The missile, capable of carrying warheads weighing 500 kg to 1,000 kg, was test-fired as part of a user-trial by the Army from a mobile launcher at the Integrated Test Range at Chandipur in Balasore district, defence sources said. 

The strategic forces command (SFC) of the Army conducted the test as part of a regular training exercise. 

With a strike range of 350 km, Prithvi-II is powered by twin-engines which use liquid propulsion. It uses advanced inertial guidance system with manoeuvring trajectory to hit its target.
Notably, Prithvi is India’s first indigenously-built ballistic missile. It is one of the five missiles being developed under the country’s Integrated Guided Missile Development Programme.

The battlefield missile has a flight duration of 483 seconds and a peak altitude of 43.5km, sources added.

The sources said the missile was randomly chosen from the production stock and the entire launch activities were carried out by the SFC and monitored by the scientists of Defence Research and Development Organisation.

The missile was inducted into the armed forces in 2003. 

The last user-trial of the missile was successfully conducted on November 26 last year from the same test range in Odisha.

An economist’s radical idea for lowering petty corruption

Kaushik Basu

Former Chief Economic Advisor Kaushik Basu’s suggestion led to instant outrage followed by serious debate.
How contentious the law can be, I learned by fire, when I was chief economic adviser in India. Corruption has been a long-standing problem in India that successive regimes and governments have battled or given the impression of battling and mostly failed. One can sense the despair in the classical master of statecraft, Kautilya, when in his magnum opus,Arthashastra, written nearly three centuries before the Christian era, he observed: “Just as it is impossible to know when a fish moving in water is drinking it, so it is impossible to find out when government servants in charge of undertakings misappropriate money.”

Some two thousand three hundred years after those lines were penned the nation was being traumatised by one corruption scandal breaking after another… Anna Hazare’s call to eradicate corruption struck a chord and brought thousands out to protest.

As some well-intentioned individuals in government looked at the vastness of the problem in despair, I spent a lot of time thinking about what we, sitting in the North Block, could do to curb this dreadful menace that inflicts harm on people and, in my view, damages economic development.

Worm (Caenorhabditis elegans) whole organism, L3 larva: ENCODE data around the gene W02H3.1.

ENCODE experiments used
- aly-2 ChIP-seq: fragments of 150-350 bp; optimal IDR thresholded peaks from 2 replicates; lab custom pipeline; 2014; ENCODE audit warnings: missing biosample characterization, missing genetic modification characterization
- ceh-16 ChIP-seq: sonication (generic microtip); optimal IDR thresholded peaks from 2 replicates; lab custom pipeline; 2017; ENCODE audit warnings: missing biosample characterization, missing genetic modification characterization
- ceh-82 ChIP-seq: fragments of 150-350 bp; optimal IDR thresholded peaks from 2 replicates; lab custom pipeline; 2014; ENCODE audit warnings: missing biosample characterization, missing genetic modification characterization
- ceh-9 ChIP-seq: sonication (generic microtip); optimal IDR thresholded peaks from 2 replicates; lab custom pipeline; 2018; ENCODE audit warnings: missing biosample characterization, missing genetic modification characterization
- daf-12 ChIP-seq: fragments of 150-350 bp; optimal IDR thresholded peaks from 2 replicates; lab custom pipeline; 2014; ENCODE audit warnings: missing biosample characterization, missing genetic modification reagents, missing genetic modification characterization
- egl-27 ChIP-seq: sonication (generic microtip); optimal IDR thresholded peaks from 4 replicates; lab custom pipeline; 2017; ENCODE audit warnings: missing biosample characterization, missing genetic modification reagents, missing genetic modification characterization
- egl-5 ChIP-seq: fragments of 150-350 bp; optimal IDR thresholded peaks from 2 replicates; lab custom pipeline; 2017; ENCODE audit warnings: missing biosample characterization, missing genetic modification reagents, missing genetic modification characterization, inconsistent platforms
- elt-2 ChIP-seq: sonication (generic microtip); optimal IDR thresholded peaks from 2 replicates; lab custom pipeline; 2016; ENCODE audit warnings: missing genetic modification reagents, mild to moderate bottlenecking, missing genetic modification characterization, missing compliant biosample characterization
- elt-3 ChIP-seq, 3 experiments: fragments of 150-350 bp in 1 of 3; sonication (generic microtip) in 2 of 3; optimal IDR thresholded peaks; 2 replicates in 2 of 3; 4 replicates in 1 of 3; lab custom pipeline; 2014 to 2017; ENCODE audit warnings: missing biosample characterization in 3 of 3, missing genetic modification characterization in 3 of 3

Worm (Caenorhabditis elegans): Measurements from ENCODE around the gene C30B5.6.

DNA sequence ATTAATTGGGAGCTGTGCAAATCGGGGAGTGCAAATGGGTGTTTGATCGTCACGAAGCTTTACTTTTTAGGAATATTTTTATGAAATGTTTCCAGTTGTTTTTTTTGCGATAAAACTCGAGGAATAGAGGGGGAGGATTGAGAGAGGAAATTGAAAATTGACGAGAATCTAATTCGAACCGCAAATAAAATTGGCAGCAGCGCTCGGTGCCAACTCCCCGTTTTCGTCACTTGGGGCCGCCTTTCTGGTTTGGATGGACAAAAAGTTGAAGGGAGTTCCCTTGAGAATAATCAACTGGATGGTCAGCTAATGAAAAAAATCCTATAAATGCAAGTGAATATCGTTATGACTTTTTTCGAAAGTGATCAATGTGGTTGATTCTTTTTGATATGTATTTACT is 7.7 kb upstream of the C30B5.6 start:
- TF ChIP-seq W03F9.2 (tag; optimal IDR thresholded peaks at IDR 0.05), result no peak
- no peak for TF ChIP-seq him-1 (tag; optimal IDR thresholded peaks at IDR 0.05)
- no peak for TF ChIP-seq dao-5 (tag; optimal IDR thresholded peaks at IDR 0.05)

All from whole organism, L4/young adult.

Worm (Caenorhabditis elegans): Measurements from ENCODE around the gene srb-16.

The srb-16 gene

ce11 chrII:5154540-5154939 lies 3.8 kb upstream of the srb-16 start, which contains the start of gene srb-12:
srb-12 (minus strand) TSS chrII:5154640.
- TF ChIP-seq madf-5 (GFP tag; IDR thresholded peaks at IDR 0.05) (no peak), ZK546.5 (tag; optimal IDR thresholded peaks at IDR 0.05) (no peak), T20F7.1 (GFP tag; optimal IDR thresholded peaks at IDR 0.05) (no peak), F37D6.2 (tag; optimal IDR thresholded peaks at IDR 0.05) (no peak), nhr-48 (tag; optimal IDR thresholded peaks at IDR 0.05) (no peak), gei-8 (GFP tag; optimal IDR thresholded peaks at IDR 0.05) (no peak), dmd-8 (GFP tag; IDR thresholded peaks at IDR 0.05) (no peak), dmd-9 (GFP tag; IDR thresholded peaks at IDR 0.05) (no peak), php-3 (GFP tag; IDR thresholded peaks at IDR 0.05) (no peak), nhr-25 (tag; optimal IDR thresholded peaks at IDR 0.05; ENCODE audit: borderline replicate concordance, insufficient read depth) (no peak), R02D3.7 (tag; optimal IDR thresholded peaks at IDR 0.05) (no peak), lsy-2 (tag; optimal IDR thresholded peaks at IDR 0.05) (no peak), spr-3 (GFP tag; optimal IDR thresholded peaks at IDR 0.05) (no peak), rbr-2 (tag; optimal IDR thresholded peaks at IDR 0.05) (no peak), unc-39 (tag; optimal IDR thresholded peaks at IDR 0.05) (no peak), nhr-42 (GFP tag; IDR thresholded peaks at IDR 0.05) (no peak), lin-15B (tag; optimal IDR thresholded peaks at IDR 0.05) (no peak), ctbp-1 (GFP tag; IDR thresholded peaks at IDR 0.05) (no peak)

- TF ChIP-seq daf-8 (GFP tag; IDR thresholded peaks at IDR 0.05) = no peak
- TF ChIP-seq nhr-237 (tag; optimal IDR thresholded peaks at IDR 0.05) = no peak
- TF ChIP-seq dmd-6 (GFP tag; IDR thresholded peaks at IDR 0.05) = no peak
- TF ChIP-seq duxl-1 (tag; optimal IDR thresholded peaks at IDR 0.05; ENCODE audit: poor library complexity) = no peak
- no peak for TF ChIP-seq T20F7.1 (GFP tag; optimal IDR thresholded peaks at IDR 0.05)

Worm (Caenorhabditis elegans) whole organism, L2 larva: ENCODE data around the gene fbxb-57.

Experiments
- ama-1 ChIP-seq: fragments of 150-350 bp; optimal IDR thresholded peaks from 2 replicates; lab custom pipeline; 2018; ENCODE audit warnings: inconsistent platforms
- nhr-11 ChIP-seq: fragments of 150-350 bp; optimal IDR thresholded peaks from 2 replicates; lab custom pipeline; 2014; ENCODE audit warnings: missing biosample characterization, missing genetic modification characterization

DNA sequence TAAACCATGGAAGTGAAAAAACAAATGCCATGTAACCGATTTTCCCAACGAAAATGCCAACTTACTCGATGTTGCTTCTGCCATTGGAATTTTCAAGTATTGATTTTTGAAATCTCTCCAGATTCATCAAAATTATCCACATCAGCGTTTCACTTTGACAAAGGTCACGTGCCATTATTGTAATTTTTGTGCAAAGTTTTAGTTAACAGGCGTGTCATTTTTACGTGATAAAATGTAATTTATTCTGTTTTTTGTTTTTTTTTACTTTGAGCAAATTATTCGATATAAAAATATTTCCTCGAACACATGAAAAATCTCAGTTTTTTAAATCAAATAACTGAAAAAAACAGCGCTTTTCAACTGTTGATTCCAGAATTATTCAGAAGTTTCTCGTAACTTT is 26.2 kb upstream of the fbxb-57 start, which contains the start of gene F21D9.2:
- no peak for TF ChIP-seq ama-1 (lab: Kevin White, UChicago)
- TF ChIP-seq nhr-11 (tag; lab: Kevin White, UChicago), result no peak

The Afghan Taliban Have Become a Full-Fledged Drug Cartel

Azam Ahmed
February 17, 2016

Penetrating Every Stage of Afghan Opium Chain, Taliban Become a Cartel

ZARANJ, Afghanistan — Shortly after sunrise, an Afghan special operations helicopter descended on two vehicles racing through the empty deserts of southern Afghanistan, traversing what has become a superhighway for smugglers and insurgents.

Intelligence showed that the men were transporting a huge cache of drugs and weapons from Helmand Province to Nimruz Province, a hub for all things illegal and a way station on the global opium trail. Hovering above, the troops fired tracer rounds into the sandy earth beside the vehicles, which skidded to a stop.

It was an impressive take for the Afghan forces that day, July 12, 2014. They seized nearly a metric ton of opium in various phases of processing, three AK-47 assault rifles, an automatic handgun, a PKM machine gun, a rocket-propelled grenade, hundreds of rounds of ammunition, four two-way radios and two satellite phones.

But the biggest coup was neither the drugs nor the weapons. It was a passenger who gave his name as Muhammad Eshaq, a 40-year-old carpet seller from Nimruz. After a later inquiry by international officials, the police discovered that Mr. Eshaq was actually Mullah Abdul Rashid Baluch, the Taliban shadow governor of Nimruz Province: a man with blood on his hands and with direct links to the top Taliban leaders in Pakistan.

Chinese Agents Are Kidnapping Critics and Political Dissidents Living Outside China

Barbara Demick
February 17, 2016

Why Did China Kidnap Its Provocateurs?

Last October 17th, Gui Minhai, the publisher of Mighty Current Media, in Hong Kong, returned from grocery shopping to his seaside condominium in Thailand and found a young man waiting for him at the front gate. Gui chatted with the man for a few minutes, and then drove off with the young man in his own white hatchback, but not before asking the doorman to leave the groceries in the hall outside his apartment. The implication was that he would be back shortly. He never came back.

Two months later, Lee Bo, who with Gui Minhai was a co-owner of Mighty Current and ran the company’s Hong Kong bookstore, stayed late at work, preparing a large book order he was supposed to deliver to a client. Closed-circuit footage from the office elevator showed him speaking to a young man in a cap. When he didn’t come home for dinner as expected, his wife called the police.